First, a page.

World War I was one of the deadliest conflicts in human history, with a death toll estimated to be up to 22 million. Yet the horrors of the war heralded the beginning of the post-industrial age we know today. Will we similarly look back on the COVID-19 pandemic as an accelerator for the Fourth Industrial Revolution (4IR)?
Technological advancement cannot compensate for the loss and suffering of World War 1, but the war helped to drive progress and innovation in many fields. Mass production and industrialisation took great strides forward. From blood banks and zippers to stainless steel and teabags, the war left us with many everyday items we take for granted today. And while radio and aircraft were invented before World War I, the war sped up innovation and adoption in these fields.
Likewise, COVID-19 has helped to catalyse innovation and progress in many fields as scientists, businesses, governments and healthcare workers toil to mitigate the effects of – and ultimately end – the pandemic. The unprecedented effort to create, test and start deploying viable vaccine candidates in under a year is just one example.
Reorganising the workplace
Another lies in how COVID-19 has triggered reorganisations of the workplace, starting with the rapid enablement of remote working even in companies and industries where work-from-home or telecommuting were unheard of. Furthermore, COVID-19 has already helped to accelerate adoption of two cornerstone 4IR technologies: advanced robotics and artificial intelligence (AI).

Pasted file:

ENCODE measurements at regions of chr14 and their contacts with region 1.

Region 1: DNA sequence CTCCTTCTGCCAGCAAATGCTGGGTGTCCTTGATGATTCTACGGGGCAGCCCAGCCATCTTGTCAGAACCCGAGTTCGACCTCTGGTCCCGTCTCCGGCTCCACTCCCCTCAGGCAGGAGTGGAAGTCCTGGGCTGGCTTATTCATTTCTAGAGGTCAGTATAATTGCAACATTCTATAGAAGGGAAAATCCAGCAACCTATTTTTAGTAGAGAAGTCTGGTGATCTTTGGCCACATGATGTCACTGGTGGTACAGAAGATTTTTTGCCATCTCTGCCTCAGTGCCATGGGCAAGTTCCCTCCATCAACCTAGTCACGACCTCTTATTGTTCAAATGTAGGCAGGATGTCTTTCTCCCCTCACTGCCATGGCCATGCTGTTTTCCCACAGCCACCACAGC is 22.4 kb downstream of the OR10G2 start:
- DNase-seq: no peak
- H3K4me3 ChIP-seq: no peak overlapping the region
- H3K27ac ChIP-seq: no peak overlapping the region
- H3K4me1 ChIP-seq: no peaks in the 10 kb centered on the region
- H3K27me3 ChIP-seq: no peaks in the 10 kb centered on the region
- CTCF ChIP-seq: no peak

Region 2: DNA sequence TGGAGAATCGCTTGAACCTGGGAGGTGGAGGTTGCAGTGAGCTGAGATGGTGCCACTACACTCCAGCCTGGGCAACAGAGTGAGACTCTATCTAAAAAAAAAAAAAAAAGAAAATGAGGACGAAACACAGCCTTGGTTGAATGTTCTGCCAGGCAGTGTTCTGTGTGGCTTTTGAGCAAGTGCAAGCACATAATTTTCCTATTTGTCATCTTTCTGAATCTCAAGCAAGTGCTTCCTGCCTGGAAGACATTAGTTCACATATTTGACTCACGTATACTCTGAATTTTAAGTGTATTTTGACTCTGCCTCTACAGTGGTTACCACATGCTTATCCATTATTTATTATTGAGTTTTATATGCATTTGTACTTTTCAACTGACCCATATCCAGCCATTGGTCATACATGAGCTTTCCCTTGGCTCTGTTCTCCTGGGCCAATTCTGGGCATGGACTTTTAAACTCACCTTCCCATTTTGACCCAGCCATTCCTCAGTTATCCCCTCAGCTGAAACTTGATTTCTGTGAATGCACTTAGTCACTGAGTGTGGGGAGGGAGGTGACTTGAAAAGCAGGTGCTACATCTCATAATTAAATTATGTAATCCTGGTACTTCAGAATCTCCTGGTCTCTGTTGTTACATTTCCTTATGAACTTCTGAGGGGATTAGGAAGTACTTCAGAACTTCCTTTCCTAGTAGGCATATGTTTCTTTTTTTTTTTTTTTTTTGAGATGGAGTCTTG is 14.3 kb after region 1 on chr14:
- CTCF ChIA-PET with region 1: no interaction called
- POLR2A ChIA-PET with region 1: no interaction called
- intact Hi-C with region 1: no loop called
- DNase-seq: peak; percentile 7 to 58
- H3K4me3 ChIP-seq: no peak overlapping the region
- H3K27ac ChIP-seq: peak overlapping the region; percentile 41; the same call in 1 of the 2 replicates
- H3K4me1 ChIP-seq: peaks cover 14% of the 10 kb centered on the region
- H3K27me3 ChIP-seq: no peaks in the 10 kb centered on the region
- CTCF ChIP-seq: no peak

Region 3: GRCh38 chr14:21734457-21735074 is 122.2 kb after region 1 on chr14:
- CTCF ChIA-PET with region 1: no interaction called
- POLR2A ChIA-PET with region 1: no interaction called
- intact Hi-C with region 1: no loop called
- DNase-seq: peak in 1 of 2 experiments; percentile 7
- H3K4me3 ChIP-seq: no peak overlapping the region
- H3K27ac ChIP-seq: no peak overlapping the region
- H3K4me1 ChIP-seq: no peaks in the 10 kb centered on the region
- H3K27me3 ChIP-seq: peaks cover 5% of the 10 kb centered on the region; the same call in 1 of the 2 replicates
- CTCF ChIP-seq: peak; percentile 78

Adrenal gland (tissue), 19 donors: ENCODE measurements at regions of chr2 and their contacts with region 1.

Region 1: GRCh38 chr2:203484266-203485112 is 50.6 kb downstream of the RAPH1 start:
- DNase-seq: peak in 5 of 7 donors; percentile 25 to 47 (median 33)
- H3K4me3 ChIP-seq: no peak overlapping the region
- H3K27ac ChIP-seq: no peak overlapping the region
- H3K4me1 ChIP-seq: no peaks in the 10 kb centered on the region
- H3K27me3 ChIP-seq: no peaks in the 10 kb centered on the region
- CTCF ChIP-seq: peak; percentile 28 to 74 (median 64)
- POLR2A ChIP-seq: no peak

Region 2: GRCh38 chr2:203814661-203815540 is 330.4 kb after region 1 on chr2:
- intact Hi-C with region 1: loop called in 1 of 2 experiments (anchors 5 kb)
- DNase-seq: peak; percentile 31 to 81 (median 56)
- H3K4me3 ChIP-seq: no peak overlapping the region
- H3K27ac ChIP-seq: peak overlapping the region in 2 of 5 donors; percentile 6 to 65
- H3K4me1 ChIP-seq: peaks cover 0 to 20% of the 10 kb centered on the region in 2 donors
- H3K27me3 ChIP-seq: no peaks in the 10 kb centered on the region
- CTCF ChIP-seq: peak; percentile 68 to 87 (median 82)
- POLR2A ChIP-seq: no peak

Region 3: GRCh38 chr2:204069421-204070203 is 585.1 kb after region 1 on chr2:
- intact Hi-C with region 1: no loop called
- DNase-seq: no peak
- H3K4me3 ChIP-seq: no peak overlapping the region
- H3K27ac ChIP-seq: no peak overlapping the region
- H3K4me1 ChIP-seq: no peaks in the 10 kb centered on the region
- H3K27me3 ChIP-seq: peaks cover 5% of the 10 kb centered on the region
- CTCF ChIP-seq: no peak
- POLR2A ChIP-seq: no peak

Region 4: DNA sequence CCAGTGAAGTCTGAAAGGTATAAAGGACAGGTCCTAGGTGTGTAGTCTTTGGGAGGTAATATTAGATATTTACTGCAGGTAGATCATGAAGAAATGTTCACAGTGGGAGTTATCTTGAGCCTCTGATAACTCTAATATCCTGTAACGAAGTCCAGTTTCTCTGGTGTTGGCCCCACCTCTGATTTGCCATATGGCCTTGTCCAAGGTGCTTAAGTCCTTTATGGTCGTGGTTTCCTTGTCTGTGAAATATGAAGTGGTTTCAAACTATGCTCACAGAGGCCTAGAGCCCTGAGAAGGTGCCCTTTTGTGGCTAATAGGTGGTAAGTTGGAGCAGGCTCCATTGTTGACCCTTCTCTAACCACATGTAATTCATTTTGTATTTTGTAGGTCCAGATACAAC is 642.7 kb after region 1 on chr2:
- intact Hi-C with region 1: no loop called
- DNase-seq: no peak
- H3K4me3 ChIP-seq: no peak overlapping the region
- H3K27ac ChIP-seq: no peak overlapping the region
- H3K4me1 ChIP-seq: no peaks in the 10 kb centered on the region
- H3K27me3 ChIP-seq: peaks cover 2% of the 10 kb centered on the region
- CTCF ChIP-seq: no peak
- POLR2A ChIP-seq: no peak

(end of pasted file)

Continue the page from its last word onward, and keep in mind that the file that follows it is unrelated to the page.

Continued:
“The pandemic is forcing all of us to appreciate how much we rely on 21st-century technologies—AI, the internet of things, social media, digital learning platforms, augmented and virtual reality, drones, 3D printing and so much more—to keep us healthy and to transform economies,” writes Sanjeev Khagram at The Economist Intelligence Unit.
“The unprecedented context is simultaneously driving us to become far more reliant on breakthrough digital, biological and physical technologies and far more inventive about how we can use these emerging technologies to create value in new ways…The COVID-19 pandemic is a major test for us as a species: a transformational window of opportunity. Will we seize it?”
Time paints a vivid picture of how pandemic-fuelled tech adoption is already changing workplaces worldwide: “[Robots] were suddenly cleaning floors at airports and taking people’s temperatures. Hospitals and universities deployed…a salad-making robot…to replace dining-hall employees; malls and stadiums bought… security-guard robots to patrol empty real estate…Companies closed call centres employing human customer-service agents and turned to chatbots.”
The end of work that is dirty and dangerous?
The upside of this scenario is that people could be relieved of jobs that are dirty, dangerous or boring, with the social distancing and lockdown requirements of COVID-19 dramatically speeding up our move to a more automated world. The risk is that millions of workers could be left behind by the speed of change with no time to reskill or transition to new roles.
Indeed, many jobs may already have been permanently lost where algorithms and machines have stepped in when it was safer for humans not to go to work. MIT research cited in the Time article estimates that up to 2 million jobs might be lost to machines by 2025, with the incentive to replace people with automation stronger than ever.
World War I’s legacies, good and bad, were numerous, including the Bolshevik Revolution, a contribution to the emancipation of women, redrawn borders in the Middle East, and fertile conditions for World War II. Now, our challenge as we accelerate adoption of the technologies of 4IR is to learn from history and choose how we will shape an inclusive and human post-pandemic future.
[Photo by Kevin Ku from Pexels]